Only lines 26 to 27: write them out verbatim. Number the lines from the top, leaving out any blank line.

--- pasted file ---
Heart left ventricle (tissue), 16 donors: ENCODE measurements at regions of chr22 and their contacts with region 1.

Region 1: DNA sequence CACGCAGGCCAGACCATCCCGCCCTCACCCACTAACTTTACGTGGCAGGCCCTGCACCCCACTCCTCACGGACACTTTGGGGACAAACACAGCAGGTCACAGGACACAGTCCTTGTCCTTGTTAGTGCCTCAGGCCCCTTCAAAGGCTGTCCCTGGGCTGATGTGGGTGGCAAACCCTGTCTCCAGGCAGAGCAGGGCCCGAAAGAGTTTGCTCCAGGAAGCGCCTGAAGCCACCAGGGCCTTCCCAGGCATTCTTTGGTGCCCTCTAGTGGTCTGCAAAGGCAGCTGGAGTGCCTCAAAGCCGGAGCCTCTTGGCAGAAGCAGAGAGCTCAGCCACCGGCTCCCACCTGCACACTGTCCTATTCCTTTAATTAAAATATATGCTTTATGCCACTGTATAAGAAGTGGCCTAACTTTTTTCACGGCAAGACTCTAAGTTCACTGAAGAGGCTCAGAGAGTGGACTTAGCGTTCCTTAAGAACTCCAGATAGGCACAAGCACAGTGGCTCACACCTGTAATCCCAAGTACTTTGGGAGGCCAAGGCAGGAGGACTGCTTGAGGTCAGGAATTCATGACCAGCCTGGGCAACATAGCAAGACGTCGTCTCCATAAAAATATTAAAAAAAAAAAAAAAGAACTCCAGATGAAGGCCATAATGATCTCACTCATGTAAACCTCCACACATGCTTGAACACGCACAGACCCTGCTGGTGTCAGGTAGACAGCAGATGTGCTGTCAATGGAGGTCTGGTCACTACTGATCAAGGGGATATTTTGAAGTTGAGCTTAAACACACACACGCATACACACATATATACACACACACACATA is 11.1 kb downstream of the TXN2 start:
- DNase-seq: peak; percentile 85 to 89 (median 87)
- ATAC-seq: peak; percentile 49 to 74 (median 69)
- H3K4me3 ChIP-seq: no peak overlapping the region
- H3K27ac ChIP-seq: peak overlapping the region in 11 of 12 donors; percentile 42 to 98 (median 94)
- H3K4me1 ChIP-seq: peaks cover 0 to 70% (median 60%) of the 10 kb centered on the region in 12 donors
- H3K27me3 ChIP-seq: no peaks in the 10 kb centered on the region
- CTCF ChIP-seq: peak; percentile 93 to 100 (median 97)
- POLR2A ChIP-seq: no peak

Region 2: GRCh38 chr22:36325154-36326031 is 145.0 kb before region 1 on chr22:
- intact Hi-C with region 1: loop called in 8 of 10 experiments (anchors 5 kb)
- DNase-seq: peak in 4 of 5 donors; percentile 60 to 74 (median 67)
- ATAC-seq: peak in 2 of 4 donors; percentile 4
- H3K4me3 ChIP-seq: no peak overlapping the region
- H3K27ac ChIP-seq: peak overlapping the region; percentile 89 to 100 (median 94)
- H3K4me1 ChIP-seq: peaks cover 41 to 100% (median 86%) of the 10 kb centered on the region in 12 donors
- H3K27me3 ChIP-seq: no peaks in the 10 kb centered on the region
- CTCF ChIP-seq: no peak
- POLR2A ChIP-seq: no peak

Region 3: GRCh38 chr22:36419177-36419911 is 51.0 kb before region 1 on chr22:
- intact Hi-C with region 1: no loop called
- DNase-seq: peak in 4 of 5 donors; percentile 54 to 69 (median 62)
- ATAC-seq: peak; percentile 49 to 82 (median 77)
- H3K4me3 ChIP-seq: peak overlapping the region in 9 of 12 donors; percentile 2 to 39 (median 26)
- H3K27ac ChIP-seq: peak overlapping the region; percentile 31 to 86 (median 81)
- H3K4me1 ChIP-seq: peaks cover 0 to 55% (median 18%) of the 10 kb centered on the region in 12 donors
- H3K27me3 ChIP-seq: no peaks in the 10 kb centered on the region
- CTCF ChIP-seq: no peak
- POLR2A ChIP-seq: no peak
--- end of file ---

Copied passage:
- H3K27ac ChIP-seq: peak overlapping the region; percentile 31 to 86 (median 81)
- H3K4me1 ChIP-seq: peaks cover 0 to 55% (median 18%) of the 10 kb centered on the region in 12 donors